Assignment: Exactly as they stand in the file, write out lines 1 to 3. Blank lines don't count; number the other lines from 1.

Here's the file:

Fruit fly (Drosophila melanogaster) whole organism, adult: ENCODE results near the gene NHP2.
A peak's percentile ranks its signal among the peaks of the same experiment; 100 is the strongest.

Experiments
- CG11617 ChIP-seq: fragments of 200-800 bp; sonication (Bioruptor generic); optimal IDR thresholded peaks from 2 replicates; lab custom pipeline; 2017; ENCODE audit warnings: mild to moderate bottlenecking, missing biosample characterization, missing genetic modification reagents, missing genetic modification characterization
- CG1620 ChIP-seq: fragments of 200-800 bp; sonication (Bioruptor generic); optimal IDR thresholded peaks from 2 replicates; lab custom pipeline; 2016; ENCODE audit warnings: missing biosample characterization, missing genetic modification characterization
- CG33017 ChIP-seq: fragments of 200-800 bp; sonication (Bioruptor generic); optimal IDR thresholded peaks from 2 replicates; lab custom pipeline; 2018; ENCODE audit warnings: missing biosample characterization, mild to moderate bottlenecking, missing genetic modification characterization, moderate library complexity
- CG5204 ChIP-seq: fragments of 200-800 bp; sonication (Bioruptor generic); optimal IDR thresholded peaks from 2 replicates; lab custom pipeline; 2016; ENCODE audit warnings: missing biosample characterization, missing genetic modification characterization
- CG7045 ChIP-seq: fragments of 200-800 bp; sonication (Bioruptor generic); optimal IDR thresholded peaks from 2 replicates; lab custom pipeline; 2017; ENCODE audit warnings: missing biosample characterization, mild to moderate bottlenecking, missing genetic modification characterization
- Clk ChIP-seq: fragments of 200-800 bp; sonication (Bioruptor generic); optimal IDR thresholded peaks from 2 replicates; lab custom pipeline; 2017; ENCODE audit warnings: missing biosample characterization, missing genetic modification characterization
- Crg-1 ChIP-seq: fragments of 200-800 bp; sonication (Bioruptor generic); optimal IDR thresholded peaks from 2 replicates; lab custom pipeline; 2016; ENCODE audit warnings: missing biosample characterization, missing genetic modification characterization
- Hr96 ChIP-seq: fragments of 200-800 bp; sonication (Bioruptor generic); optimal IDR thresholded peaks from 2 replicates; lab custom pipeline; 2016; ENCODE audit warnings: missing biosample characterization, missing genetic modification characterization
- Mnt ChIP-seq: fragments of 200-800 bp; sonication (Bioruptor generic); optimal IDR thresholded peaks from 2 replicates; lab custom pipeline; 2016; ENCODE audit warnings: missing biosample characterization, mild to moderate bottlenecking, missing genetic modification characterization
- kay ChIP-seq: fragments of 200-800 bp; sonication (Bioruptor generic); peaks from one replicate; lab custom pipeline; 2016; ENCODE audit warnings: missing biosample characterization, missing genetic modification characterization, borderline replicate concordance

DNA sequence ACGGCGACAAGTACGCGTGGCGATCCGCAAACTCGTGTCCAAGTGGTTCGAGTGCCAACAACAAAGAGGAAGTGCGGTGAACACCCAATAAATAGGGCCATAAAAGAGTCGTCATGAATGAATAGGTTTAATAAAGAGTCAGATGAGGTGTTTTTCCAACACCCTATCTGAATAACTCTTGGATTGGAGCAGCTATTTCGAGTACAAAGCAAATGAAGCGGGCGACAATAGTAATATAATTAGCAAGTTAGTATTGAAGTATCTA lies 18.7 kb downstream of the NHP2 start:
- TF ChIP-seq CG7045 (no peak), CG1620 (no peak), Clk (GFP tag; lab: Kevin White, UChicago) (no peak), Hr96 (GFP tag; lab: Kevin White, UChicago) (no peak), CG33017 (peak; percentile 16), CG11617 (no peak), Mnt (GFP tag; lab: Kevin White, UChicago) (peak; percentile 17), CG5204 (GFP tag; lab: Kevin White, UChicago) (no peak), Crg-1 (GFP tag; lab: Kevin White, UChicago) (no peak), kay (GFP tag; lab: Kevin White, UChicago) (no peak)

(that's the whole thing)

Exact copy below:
Fruit fly (Drosophila melanogaster) whole organism, adult: ENCODE results near the gene NHP2.
A peak's percentile ranks its signal among the peaks of the same experiment; 100 is the strongest.

Experiments